Neighbors Oppose Mission Expansion

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Eddy Smart and Donna Chewning of the CRC with Mark Powell, Pres. of SEAF.
Eddy Smart and Donna Chewning of the CRC with Mark Powell, Pres. of SEAF.

by Valerie Garner

“It’s a trust issue with the neighborhoods,” said Mark Powell, president of the Southeast Action Forum. The unspoken “elephant in the room” Monday evening was the unwanted expansion of the Rescue Mission on 4th street in Southeast Roanoke.

The Rescue Mission plans to relocate its thrift store to Bullitt Avenue, leaving room to then move their current kitchen and dining areas to the thrift store. The present kitchen and dining areas would then be used to increase and better utilize existing beds at the mission.

The Rescue Mission calls it a “re-purposing,” but many in the neighborhood see it as an expansion. Ten years ago when the neighborhood fought against the new women’s shelter they won assurances from then City Manager Darlene Burcham that there would be no more expansion.

There were about 50 people at the Jackson Park Library including council members Ray Ferris, Bill Bestpitch, Anita Price, Mayor David Bowers and his Democratic Primary opponent Sam Rasoul.

Staff from a variety of city offices including code enforcement, planning, waste management, as well as Deputy Police Chief Tim Jones attended the meeting along with residents that came from the Belmont and Nazerene Neighborhood Watches and members of the Southeast Action Forum.

Lt. Mac Babb said the preponderance of 911 calls were nuisance related – mostly alcohol, and trespassing violations. He said “the concentration of these non-violent offenses in the proximity of the Rescue Mission affects the quality of life of the neighborhoods.”

Matt Henry, President of the Nazarene Neighborhood Watch Group suggested the Rescue Mission hire a full time security officer during the day. Despite no trespassing signs “they hang in the street all day long,” said Liz Dudley, president of the Belmont Neighborhood Watch.

Joy Sylvester-Johnson, the mission’s executive director, sat quietly as attendees broke out into three different groups facilitated by Eddy Smart and Donna Chewning of the Conflict Resolution Center. Powell asked them to facilitate what could have been a contentious meeting. Smart then proceeded to lead the group in compiling ground rules for the discussions that included not interrupting and speaking one at a time.

Resident Duane Howard has formed a separate group called “Neighbors United” that includes residents from the affected neighborhoods. The group says they are opposed to anything that looks like an expansion of the Rescue Mission.

All admit that the Rescue Mission fills a social need by sheltering the homeless and the downtrodden. It is the repeat offenders and chronic alcoholics that loiter on their property that causes angst for the weary neighborhoods. One suggested partial solution has been to refuse sale of single serve alcohol products at the two stores adjacent to the Rescue Mission.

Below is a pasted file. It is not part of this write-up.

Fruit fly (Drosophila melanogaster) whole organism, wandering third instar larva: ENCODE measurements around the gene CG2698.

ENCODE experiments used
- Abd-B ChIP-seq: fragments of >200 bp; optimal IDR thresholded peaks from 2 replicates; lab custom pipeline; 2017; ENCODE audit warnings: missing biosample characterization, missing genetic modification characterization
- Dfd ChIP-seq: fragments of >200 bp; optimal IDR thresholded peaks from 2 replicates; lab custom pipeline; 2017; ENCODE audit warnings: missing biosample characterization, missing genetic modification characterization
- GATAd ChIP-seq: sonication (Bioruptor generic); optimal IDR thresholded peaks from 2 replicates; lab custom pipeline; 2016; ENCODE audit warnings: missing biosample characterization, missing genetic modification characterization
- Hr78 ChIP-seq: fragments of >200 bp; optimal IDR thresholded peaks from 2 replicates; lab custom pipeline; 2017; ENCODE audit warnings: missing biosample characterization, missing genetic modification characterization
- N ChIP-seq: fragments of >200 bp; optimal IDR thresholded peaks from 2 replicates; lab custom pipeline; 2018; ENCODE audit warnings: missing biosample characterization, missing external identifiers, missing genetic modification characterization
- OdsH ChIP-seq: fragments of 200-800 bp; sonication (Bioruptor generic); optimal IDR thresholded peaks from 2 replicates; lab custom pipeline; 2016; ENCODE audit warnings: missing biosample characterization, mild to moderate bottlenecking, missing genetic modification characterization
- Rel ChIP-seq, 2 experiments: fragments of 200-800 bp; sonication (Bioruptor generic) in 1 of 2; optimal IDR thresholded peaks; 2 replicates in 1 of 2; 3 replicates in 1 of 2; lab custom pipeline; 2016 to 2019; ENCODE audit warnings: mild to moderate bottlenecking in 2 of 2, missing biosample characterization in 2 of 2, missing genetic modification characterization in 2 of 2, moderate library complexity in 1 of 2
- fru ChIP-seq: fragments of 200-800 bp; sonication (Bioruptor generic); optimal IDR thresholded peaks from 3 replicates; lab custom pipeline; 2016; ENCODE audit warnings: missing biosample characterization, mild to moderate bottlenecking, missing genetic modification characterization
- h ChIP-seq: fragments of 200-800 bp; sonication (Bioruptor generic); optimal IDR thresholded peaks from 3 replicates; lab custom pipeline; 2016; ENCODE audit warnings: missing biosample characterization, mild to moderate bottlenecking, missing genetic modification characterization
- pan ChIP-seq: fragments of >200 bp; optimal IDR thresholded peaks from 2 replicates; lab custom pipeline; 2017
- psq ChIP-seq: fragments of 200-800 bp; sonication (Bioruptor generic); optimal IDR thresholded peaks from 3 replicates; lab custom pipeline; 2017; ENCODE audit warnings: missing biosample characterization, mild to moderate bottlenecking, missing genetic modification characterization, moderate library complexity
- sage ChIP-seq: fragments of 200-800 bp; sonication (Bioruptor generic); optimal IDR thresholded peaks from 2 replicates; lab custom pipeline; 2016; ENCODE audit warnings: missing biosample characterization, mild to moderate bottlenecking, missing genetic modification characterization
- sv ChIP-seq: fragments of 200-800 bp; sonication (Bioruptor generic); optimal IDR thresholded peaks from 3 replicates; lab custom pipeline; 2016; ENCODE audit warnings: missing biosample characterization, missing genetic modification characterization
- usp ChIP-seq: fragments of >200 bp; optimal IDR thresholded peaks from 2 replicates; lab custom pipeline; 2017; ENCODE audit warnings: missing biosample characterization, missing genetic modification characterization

Matt Henry president of the Nazarene Neighborhood Watch said that there are actually five stores that the transients frequent. Restriction of the sale of single serve alcohol products would require intervention by the ABC board – a long process that could have mixed results.

“They need a place to go during the day,” said Henry. Kirk Ballin said that not all want to take the bus to RAM house for shelter during the day. “They don’t like the restrictions RAM imposes.” Smoking, cigarette butts, littering, public urination, and buses bringing vagrants from outside the Roanoke Region were added to the list of complaints.

Ballin said, “they were committed to finding a solution.”

After each group produced a laundry list of possible solutions the group at large narrowed it down to three. The focus never left the first item that everyone selected as the top priority – which was the “homeless disappearing from the streets.”

They concluded that one solution would mostly solve the second and third priorities of “enhanced security” and “personal responsibility.”

The next step is to have neighborhood advocates meet with the Rescue Mission in less than 30 days in hopes of negotiating policies that would meet the neighborhoods concerns.

There is a resolution being refined that neighborhood residents can sign once completed.

The resolution points to the Belmont–Fallon Neighborhood Vision Plan adopted in 2003 that says in part, “While the Rescue Mission and other such agencies provide crucial human services, these facilities already have a considerable presence in the area and further expansion of homeless shelter functions should be avoided.”

After the meeting Rescue Mission Director Joy Sylvester-Johnson said, “The Rescue Mission is eager to participate in this dialogue in hopes that the specific issues of panhandling and loitering can be addressed. Targeting the small group that is doing these things and holding them personally responsible (some are homeless and some are not) is key to the success of our efforts. Most of the homeless at the Mission are law abiding and hard working people who have encountered difficult circumstances and need a place to start over. They are “invisible” because they look and act in ways that do not draw attention to themselves. I am hopeful this dialogue will produce creative solutions that will help all involved.”